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Discussion in 'The Powder Keg' started by PaleHawkDown, Feb 12, 2018.
ROFLMAO!!!!!!! So that is sooooo true!!!
So funny, but so true. I have two kids in college, both taking criminal justice degrees and my oldest daughter had to take "the history of Rock and Roll" last semester. All they did was sit in class and listen to the "professor" play his guitar and listen to music.
I went to and gradgeated from, the University of Hard Knocks!
That video is pretty close to right on..one of the reasons I decided to go the Community College route vs. to a university.
Heck, even if I had gone to Uni I still would have gotten my prereqs out of the way at the junior college level (cheaper and smaller class sizes).
i can attest that there is quite a bit of truth to that video -- especially for the kids with the pie in the sky dreams who take a degree path that leads to a dead end career --oh the list is long! The kids however who choose their degree wisely and diversify their studies (as well as limit the partying) will do okay provided they have any semblance of work effort.
Problem is the college environment is one that actively encourages partyinging/wild behavior, right up into the class room via professors.
At UNT there were professors who would encourage kids to 'explore themselves' through any route deemed interesting. You can figure the rest out for yourself.
The dorms would hand out free condoms (even the Monster Energy Drink company would donate bunches with their own label on them) and host resident meetings with themes such as S and M and other sexually-themed costume-meetings...so yeah, people would dress up (or down, depending on your viewpoint) for these things.
I wasn't a student there, but a satellite college which gave me access to their facilities and most of my friends were on campus. Before my brains set it I did a lot of stupid stuff there myself as well. Not my brighter decision-making days.
And the degree I came away with is practically pointless. Took 6 years to get a 2 year associates degree for arts (due to working full time, and taking a year off to financially regroup). I was lucky as I qualified for pell grant most of the time I was enrolled, having only a $5,000 student loan when I was done. But even that has taken almost 10 years to get half paid off due to handling other debt problems first.
If I had to do it all over again...I wouldn't. I'd have just focused on the company I was with and take the management position I was offered in 2008. I'd be making about the same I'm making now, only much sooner as I detoured through the military for a bit.
Now my sister is looking to go to college and I'm trying to encourage a trade school.
A degree that gives you marketable skills is a good investment. There are too many obscure majors that only lead to more education courses and debt !!!!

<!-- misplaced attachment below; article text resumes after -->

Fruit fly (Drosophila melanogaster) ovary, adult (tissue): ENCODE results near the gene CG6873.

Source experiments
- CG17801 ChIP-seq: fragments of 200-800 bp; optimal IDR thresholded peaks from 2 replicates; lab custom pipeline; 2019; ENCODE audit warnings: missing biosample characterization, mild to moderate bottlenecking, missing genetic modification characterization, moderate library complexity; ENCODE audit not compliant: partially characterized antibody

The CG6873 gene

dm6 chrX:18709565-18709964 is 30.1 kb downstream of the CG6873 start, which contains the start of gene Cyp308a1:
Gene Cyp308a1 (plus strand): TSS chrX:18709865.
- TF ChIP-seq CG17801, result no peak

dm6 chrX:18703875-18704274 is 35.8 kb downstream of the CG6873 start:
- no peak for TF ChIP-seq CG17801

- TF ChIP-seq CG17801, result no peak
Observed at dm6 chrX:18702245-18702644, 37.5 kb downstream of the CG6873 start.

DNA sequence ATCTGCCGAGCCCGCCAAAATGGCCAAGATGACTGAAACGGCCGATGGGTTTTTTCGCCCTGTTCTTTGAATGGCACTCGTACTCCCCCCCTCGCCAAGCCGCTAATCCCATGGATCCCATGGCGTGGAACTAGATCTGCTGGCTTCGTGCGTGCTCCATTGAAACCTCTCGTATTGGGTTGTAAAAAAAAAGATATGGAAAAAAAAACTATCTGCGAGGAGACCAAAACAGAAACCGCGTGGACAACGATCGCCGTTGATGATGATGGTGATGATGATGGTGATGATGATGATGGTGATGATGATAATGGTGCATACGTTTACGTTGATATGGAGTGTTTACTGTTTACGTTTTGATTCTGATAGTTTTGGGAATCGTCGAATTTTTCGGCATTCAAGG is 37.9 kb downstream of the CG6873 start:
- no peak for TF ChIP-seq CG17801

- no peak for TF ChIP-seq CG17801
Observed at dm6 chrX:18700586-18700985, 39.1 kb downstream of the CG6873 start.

Most of my friends graduated beginning in 2006 to 2010 roughly.
Out of around 15 people, only 2 or 3 ended up in fields roughly where they were aiming.
There are schools well known for partying, and schools known for serious study. That said, I'm sure every institution has its own sub culture of party people...it's whether or not we choose to join them. I never joined a sorority and I'm glad I didn't because I may have been led astray far beyond my natural tendency for mischief. Having taught at University on and off during the past 15 years, I have seen a change for the worse in faculty, in some cases similar to what you described. If students, parents and other faculty don't address improper behavior of staff, money and time is being wasted. I've already been the "red headed stepchild" (no pun intended) among faculty who didnt agree with my beliefs and views -- including the regimented student professor relationships I fostered. I guess I'm turning into a curmudgeonette.
If I had to do it all again, I would. I learned quite a bit about people, judging character and how a strong work ethic (as opposed to slacking) can pay off.
As far as trades go, I am a big advocate for acquiring a trade. While I feel formal education has its place, the common sense usually resides in the people with trades.
My second degree was a trade school. Much better experience, much better students over all, and much more structure/less partying in general.
We'd still go out to bars and have hangout times, but nothing near as wild as back in the other college.
I've been to community college, a university, and trade school currently. Community college was great. I had friends I studied with, and we'd also go out for food together. University sucked. Trade school was awesome last year when we were actually working with our hands. This year, we've been in the classroom watching videos.
Send ya off to college try to gain a little knowledge ...... but all ya wanna do is learn how to score
If one has the understanding he/she is actually paying for the classes it might change how you view things.